Living, Breating, and Eating Isaan

Posted by Heather Tang in Thailand 25 Aug 2010

A big part of cultural adjustment, enjoyment, and sometimes difficulty for all of our volunteers revolves around food and the daily diet in a new environment where cuisine, traditions around eating, and available produce differ dramatically from those we are accustomed to. Below, WorldTeach Thailand volunteer Caitlyn Pisarski tells us about the food culture at her site and in her home.

 

Grilled chicken, sticky rice & corn

Grilled chicken, sticky rice & corn

 

 

My WorldTeach roommate Steph and I have a pretty sweet deal when it comes to living arrangements. Our Thai roommate, Pi Yok, prepares or buys our food every night so we never have to worry about where to find our next meal after a long day of teaching. This convenience does come with some setbacks (my mind wanders to the night we were served a chopped up and stir-fried frog, or when we were given raw lap, a popular Lao/Isaan meat dish with chilies and herbs) but most days the food is delicious; we even have a favorite dish we’ve come to look forward to, a savory vegetable omelet over jasmine rice, every Friday.

 

Yesterday, we had a typical Isaan meal (pictured above) which was purchased from the daily market: grilled chicken, a handful of sticky rice, and an ear of corn (though the chicken doesn’t always come with feet still attached!). Sticky rice and grilled meats are staples in the Isaan diet, as are fresh vegetables, soups, curries, eggs prepared in a variety of ways (omelet, fried, hard-boiled), and of course: som tam!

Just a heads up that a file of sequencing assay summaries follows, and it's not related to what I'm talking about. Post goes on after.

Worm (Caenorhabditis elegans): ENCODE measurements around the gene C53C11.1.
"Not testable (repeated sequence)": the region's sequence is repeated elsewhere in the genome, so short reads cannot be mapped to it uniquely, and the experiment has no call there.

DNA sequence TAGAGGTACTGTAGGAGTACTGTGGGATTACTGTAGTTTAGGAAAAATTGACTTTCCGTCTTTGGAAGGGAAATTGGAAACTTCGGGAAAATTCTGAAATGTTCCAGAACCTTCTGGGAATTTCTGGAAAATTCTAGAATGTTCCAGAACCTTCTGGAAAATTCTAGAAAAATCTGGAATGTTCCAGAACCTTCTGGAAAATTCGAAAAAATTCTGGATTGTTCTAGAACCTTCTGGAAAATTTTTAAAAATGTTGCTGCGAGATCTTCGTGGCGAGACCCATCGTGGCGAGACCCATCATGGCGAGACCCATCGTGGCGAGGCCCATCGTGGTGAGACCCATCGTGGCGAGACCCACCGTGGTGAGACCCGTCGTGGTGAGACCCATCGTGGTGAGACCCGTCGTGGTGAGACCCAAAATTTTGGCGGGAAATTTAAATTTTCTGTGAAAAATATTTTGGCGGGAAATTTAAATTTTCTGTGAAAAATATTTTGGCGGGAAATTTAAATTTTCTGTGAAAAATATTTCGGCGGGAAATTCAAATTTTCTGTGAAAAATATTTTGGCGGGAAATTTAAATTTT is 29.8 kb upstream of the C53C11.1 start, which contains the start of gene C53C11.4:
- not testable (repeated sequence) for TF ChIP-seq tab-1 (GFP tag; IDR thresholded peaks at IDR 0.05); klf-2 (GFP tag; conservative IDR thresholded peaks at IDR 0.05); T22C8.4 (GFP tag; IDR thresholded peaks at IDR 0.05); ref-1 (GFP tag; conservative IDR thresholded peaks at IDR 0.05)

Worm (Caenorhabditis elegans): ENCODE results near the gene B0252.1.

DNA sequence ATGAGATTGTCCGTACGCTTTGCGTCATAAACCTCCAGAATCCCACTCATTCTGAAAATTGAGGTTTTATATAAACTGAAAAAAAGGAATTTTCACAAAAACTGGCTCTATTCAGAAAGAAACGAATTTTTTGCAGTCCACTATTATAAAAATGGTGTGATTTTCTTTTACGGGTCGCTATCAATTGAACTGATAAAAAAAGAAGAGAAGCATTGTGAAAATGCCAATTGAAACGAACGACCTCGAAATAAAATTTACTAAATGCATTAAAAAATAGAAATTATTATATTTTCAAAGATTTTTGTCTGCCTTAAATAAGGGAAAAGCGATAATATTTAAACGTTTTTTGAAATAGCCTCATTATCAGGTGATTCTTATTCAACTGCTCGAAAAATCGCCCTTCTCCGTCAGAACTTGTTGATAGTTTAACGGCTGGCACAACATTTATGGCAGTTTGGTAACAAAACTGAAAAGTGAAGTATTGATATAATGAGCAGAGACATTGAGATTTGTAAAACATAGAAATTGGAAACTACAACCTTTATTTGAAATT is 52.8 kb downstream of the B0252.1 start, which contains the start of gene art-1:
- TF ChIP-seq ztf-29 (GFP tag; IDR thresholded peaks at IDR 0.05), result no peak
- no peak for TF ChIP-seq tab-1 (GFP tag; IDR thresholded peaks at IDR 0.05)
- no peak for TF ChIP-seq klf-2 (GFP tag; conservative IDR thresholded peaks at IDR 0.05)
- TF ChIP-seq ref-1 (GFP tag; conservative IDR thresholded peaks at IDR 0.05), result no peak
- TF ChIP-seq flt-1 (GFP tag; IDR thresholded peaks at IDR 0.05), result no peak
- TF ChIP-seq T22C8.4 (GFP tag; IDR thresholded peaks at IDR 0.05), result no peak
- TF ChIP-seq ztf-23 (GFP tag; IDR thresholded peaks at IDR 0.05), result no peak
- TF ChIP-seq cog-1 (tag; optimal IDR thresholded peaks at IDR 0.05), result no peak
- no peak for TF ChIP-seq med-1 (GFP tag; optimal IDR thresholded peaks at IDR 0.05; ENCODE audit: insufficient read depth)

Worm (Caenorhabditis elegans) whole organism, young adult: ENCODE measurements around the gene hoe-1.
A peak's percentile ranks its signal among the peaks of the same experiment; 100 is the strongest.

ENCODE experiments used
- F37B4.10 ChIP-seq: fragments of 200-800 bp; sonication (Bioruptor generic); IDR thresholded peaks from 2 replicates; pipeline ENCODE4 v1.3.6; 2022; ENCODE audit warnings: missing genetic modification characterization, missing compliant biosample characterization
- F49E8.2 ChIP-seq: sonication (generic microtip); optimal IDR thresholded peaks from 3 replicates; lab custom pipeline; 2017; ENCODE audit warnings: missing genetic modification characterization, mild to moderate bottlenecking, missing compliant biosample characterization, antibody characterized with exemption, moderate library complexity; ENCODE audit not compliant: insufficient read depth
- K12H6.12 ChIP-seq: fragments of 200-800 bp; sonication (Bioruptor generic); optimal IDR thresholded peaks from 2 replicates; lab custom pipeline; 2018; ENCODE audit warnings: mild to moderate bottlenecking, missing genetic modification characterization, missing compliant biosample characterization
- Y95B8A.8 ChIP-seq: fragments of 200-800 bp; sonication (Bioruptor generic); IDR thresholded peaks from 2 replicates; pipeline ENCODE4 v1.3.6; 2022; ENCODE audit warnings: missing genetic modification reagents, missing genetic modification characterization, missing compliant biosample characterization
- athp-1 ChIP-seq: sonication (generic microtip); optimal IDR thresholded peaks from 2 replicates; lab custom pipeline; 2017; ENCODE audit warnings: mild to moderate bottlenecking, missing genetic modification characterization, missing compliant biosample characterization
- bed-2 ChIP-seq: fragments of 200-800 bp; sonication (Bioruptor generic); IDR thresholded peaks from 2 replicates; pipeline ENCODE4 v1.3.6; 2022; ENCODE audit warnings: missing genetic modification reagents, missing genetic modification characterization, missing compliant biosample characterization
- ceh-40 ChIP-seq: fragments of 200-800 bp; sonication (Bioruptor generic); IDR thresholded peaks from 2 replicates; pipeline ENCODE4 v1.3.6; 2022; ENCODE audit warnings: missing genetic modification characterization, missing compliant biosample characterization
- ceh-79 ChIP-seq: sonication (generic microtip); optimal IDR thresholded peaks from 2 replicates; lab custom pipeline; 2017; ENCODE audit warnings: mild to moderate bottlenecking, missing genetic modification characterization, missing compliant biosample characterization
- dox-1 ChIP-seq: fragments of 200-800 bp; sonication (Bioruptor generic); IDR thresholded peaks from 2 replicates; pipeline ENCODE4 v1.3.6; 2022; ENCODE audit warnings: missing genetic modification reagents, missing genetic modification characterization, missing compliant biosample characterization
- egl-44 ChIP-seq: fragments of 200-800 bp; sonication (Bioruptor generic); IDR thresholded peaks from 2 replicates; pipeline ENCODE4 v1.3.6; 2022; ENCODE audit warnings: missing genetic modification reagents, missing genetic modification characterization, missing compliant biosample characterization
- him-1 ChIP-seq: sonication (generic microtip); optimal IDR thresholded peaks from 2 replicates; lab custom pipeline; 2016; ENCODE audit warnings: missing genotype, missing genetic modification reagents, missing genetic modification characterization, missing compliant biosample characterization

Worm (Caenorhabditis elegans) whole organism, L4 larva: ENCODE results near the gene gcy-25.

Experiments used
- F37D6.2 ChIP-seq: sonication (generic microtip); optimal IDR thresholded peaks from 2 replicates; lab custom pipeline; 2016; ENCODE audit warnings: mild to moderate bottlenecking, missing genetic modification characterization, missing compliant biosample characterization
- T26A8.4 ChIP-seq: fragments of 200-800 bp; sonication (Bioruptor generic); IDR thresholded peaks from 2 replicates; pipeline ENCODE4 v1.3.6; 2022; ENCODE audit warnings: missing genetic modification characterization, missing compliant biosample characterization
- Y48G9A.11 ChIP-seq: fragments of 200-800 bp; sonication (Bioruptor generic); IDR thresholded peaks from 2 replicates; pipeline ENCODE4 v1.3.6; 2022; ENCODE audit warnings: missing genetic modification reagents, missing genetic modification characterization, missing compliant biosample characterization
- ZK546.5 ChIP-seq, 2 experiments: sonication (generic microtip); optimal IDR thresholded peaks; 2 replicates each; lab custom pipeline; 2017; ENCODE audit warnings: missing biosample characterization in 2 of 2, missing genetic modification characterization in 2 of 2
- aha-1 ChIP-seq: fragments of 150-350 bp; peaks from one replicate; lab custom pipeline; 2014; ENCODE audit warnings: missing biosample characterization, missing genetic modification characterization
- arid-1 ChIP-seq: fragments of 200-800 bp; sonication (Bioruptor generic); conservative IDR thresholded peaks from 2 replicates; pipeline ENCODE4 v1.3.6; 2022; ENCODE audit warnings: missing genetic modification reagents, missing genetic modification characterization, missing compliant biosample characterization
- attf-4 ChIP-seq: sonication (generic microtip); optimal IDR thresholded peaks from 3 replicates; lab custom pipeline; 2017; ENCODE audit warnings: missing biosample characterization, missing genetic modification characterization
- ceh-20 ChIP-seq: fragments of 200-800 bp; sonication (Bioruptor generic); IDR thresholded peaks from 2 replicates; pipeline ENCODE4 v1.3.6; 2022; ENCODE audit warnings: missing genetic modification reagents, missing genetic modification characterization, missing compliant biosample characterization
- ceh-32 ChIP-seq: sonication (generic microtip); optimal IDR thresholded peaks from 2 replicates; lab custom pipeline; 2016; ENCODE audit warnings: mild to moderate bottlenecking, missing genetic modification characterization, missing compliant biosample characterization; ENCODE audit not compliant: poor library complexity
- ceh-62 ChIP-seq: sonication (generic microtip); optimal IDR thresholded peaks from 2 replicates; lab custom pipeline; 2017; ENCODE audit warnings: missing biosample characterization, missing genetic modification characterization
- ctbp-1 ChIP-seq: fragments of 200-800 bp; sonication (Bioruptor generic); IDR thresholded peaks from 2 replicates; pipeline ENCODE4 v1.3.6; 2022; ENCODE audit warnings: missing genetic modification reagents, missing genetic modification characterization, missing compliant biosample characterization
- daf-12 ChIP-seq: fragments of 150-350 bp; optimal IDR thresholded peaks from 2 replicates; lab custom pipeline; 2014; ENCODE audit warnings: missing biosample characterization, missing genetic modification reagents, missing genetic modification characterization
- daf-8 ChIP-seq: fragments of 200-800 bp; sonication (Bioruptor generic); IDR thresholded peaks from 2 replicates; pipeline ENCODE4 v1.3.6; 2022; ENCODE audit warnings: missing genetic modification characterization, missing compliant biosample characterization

Som tam, rose apples, egg omelet and vegetables

Som tam, rose apples, egg omelet and vegetables

 

Som tam, or papaya salad, is made with shredded green papaya, tomatoes, long beans, peanuts, chilies, lime, fish sauce, and sugar. It can be prepared with a variety of other ingredients and the papaya may be substituted with vegetables such as long beans or cucumbers. I eat som tam at least twice a week at school and usually once during the weekend. For me it was an acquired taste but I find myself craving it now; I’m also proud of the fact that I’ve graduated from the less-spicy anubaan (kindergarten) Thai version, teasingly named as such by Pi Tuk. I can now tolerate som tam Lao, though it still leaves my lips burning long after I’ve left the table!

 

One of my favorite things about the Isaan diet is the freshness of the fruits and vegetables. Second favorite thing: availability. Fresh markets are as common here as Walgreens and CVS stores are in the United States. I am also continuously amazed by the bright orange color of the beta carotene-packed egg yolks, a stark contrast to the washed-out pale yellow yolks found in the States. Food has been on my mind (more than usual) since reading Michael Pollan’s In Defense of Food and it’s hard not to draw comparisons between my diet here and in the U.S. It will be interesting as I navigate my way once again through the grocery store aisles after 1) having meals provided for me during the past year, and 2) living in a community where the closest thing to a grocery store is an open-air pavilion lined with local farmers selling their daily harvests. The transition will be note-worthy, to be sure.

 

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